Somehow, this makes me feel really sad. I did realize that this would be the eventual end game of sorts. It always happens.
And for expressing this I am prepared to take whatever shit comes my way about it. I am. Somehow this feels somewhat personal. Not in the usual Me Me Me sense but in the way that something I have grown to love, understand, and practice has yet again been usurped by the commercialization of something fine and turned into something rote. Turned into something that yet again, another company will inevitably run into the ground until people are tired of it in a season or two or until the profit runs dry and no one cares.
In the meantime, they will crank out tons of cotton fabrics, printed (not dyed), to be sewn by machines into stunning show quilts for competitions and more.
Why wonder about and practice it when you can just click a few buttons on the computer or grab a stack of whacks at the show and be done?
And so it is.
The word shibori comes from the root verb of the word shiboru which means to twist or wring, to squeeze. Yup. Makes sense.
It’s a good thing I don’t share all the letters I receive as some just make me want to throw something and others make me want to shed a tear. Some are so uplifting, yet too personal or bittersweet at times to publish on the blog. This week so far I have received one of each. Just for balance.
Remember Balance? Balance has been a theme here over time on the blog and in reality, everyday.
Which brings me to an email I received this morning.
I ran across a piece of art that I thought was public domain but have traced it back to you. I work for Hanes, and was thinking about using the art “Indigo wall panel” in a panty print but doing it in different colors, modified digitally so that it can be rotary screen printed. Would you grant me permission to use? If not, I will do something different and try to create the look of the technique digitally and that’s perfectly fine. Have a great day.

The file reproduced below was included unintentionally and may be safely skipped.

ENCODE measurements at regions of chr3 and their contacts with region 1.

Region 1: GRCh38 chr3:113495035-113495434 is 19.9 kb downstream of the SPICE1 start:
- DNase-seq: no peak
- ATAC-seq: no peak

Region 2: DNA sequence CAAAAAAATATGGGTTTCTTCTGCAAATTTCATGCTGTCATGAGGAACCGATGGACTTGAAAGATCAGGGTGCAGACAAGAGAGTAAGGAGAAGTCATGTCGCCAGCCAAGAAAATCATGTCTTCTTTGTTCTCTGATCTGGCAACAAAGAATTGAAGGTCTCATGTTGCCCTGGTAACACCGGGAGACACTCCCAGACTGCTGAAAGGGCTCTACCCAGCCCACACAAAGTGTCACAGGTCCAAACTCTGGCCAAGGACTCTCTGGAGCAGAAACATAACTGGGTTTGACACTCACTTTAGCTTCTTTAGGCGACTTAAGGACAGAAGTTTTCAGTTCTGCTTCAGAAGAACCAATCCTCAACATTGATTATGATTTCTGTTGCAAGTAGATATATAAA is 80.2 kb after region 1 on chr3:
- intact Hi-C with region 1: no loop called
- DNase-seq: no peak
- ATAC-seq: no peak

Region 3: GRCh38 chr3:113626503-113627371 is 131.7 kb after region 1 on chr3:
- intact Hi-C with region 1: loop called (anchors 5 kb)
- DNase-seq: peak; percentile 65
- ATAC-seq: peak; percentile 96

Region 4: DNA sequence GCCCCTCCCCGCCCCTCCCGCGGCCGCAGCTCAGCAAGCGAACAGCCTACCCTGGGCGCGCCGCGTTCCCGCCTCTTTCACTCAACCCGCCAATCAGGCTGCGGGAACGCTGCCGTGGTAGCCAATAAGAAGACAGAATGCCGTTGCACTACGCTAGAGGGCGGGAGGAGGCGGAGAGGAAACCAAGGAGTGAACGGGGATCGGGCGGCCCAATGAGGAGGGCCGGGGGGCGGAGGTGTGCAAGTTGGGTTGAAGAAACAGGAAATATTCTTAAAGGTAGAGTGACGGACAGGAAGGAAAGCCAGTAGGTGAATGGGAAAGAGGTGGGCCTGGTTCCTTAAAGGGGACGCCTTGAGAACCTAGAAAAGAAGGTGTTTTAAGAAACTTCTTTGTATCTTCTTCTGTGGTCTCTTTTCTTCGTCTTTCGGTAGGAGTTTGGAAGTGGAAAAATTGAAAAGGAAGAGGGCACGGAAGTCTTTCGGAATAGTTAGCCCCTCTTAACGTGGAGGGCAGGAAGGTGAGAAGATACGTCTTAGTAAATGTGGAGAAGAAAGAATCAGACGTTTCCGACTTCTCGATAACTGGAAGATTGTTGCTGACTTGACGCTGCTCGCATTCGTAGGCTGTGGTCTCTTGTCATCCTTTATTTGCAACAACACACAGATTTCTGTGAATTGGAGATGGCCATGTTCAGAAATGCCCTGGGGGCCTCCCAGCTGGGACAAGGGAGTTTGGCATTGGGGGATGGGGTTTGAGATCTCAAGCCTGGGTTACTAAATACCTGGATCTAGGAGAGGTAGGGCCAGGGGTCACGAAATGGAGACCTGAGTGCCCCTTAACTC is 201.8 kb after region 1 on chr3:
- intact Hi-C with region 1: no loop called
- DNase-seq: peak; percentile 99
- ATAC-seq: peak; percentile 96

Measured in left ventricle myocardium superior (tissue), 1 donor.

Thank you either way,
So, basically he is saying that they want permission to use the image of my shibori work as a shortcut to a graphic design to screen print onto underwear. And if I don’t grant permission, they will “create the look of the technique digitally” and carry on. In my mind, I hear- “we will alter your image enough (digitally) so as to be able to call it our own or derived and skip your permission altogether. Have a great day!
So what happened to common courtesy? How about “I came across your work (while searching for patterns in indigo and shibori images online that we could glean for free use of artwork for our commercial product line) and would love to use your image and compensate you modestly (say $500) for it’s use.
I don’t know. I really don’t know anymore. Why? When a company that has reported net sales of $5.7 billion in their most recent report has their design staff searching the internet and basically bullying artists(my opinion) into granting permission for use of their works I just don’t know anymore.
So what say you, fair readers?
Should we say yes and allow them to use this artwork knowing that every time we see this pattern on Hanes panties (and we will see them) we will be reminded of the corporately owned world we must now operate within? It might be a good thing to remind ourselves of this on a regular basis. It is in all our lives daily in even the smallest of things.
Or should we say no, allowing them to feel like they did the right thing by asking and either remake my design in their own image (costing them a bit more) or even just to continue searching online for some other image they can use without actually having to do more than work the keyboard.
Indigo Blues was published in 2012. Like many images of my work, I find them regularly online without attribution. This is a detail shot of the full piece that was sold through my online shop quite some time ago. The full image here.
On the other side of Balance, I received an order for moons the other day with an immediate email follow-up note from a fellow undergoing a very serious health challenge. Having been hospitalized for many recent months he tells me the following: